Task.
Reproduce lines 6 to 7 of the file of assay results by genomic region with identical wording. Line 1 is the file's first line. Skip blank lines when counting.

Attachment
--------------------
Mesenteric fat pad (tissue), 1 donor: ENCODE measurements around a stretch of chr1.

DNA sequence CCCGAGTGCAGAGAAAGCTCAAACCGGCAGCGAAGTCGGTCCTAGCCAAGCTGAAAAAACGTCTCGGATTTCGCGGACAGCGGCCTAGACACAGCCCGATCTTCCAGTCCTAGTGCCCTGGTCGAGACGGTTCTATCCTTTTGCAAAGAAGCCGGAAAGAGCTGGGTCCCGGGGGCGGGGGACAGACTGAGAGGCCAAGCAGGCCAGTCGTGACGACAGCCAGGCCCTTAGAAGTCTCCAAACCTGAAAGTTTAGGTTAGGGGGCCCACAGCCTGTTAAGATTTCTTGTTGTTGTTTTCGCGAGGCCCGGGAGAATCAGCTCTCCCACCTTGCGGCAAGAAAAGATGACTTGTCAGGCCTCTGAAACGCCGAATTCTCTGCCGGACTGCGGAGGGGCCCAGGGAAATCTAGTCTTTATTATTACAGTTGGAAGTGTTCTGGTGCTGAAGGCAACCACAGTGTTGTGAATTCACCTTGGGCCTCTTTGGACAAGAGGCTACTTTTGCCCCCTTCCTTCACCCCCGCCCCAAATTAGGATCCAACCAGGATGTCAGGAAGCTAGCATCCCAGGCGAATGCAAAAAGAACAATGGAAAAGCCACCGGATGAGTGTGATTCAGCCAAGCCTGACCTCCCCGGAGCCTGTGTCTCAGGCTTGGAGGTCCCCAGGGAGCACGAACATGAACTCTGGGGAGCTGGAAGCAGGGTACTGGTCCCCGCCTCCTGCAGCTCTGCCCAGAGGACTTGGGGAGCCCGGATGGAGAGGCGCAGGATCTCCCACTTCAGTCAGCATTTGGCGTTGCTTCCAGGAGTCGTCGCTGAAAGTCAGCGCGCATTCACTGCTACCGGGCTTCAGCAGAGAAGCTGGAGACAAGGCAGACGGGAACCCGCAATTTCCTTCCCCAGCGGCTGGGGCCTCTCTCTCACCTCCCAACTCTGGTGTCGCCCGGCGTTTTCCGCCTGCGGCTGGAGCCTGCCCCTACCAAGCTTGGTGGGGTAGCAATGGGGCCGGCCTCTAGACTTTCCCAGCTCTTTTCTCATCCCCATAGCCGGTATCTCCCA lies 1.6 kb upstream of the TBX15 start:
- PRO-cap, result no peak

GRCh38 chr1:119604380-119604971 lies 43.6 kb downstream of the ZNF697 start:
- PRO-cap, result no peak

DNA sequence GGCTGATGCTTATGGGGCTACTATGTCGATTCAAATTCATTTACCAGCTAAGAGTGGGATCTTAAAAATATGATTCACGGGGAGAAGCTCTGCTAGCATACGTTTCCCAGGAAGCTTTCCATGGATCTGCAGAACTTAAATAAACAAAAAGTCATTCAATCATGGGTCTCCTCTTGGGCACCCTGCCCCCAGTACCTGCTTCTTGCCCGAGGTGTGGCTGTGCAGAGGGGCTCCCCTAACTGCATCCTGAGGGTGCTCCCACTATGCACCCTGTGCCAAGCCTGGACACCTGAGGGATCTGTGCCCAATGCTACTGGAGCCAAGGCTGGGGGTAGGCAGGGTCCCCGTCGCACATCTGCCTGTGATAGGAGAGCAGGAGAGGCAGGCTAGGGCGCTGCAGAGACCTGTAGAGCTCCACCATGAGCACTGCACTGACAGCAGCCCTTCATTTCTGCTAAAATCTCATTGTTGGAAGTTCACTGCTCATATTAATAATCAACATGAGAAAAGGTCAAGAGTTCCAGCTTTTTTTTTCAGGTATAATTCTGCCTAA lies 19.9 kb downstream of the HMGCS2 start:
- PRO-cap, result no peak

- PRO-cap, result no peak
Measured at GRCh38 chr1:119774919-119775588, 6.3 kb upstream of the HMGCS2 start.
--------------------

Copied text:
DNA sequence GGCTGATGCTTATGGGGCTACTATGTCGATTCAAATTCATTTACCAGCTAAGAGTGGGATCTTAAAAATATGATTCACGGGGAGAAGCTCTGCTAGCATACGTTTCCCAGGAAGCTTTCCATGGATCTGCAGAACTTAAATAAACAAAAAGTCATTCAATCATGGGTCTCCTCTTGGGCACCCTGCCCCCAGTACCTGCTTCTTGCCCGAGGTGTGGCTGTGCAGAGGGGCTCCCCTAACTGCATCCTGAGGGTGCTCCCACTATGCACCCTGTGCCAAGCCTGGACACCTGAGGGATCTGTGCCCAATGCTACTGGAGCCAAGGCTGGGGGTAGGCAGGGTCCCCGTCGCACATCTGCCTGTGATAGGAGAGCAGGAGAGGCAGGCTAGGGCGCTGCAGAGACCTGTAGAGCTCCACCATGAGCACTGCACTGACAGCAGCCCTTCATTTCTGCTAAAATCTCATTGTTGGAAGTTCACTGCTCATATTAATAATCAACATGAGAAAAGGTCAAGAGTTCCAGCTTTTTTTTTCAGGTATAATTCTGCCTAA lies 19.9 kb downstream of the HMGCS2 start:
- PRO-cap, result no peak